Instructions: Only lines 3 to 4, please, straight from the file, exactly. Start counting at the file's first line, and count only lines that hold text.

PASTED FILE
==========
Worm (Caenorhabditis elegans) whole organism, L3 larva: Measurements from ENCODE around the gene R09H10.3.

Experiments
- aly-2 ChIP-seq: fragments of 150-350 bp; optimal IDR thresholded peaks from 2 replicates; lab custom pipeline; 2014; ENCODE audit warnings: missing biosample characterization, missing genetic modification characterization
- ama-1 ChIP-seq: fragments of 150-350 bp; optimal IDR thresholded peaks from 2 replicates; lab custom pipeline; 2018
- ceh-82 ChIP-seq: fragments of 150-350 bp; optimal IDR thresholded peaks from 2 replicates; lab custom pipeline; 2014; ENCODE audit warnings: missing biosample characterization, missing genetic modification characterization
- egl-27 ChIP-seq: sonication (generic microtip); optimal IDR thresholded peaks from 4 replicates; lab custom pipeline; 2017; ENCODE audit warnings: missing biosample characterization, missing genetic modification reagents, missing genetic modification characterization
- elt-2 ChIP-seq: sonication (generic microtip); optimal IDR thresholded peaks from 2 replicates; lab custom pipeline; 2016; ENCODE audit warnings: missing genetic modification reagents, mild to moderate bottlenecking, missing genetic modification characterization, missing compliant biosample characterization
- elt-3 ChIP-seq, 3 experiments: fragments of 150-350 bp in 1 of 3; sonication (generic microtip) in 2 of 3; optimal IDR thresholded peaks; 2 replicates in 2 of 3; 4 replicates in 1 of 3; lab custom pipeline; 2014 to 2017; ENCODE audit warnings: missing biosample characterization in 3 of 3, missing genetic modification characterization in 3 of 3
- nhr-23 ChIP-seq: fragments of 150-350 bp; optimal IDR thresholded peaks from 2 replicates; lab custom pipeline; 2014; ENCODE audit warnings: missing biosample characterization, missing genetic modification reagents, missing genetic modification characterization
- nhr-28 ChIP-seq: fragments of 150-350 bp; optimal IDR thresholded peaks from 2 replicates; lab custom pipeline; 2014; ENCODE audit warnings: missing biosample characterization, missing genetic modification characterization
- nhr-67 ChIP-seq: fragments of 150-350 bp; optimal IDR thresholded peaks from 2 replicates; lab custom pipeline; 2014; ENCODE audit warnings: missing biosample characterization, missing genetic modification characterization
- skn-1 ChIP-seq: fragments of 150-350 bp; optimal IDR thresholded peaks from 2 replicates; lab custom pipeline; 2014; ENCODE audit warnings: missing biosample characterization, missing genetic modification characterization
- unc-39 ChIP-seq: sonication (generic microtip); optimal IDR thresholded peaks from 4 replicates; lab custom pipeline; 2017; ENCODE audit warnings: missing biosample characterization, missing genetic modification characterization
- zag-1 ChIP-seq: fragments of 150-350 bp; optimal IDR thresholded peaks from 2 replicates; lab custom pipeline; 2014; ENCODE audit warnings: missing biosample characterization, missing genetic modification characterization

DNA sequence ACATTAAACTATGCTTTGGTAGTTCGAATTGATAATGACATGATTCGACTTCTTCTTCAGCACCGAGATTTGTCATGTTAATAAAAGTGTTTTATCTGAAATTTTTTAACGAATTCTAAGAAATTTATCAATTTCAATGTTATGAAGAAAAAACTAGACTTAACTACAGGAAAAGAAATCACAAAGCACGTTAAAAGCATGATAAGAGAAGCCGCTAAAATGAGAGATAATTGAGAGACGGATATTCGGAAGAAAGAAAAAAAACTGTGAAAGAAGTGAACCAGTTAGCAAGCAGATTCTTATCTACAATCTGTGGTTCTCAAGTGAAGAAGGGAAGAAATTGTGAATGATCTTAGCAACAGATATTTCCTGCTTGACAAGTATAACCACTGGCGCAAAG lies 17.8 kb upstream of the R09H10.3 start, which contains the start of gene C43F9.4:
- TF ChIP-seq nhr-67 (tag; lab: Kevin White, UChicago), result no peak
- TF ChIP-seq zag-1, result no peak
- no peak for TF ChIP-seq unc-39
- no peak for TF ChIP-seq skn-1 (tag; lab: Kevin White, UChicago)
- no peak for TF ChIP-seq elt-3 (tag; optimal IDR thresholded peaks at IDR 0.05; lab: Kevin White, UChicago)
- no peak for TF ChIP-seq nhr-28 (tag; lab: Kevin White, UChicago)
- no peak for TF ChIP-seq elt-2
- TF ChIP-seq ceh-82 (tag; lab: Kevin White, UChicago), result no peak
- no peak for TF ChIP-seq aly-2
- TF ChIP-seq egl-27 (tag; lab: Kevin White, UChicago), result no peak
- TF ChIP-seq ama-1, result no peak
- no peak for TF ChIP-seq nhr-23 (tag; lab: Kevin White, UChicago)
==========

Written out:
- aly-2 ChIP-seq: fragments of 150-350 bp; optimal IDR thresholded peaks from 2 replicates; lab custom pipeline; 2014; ENCODE audit warnings: missing biosample characterization, missing genetic modification characterization
- ama-1 ChIP-seq: fragments of 150-350 bp; optimal IDR thresholded peaks from 2 replicates; lab custom pipeline; 2018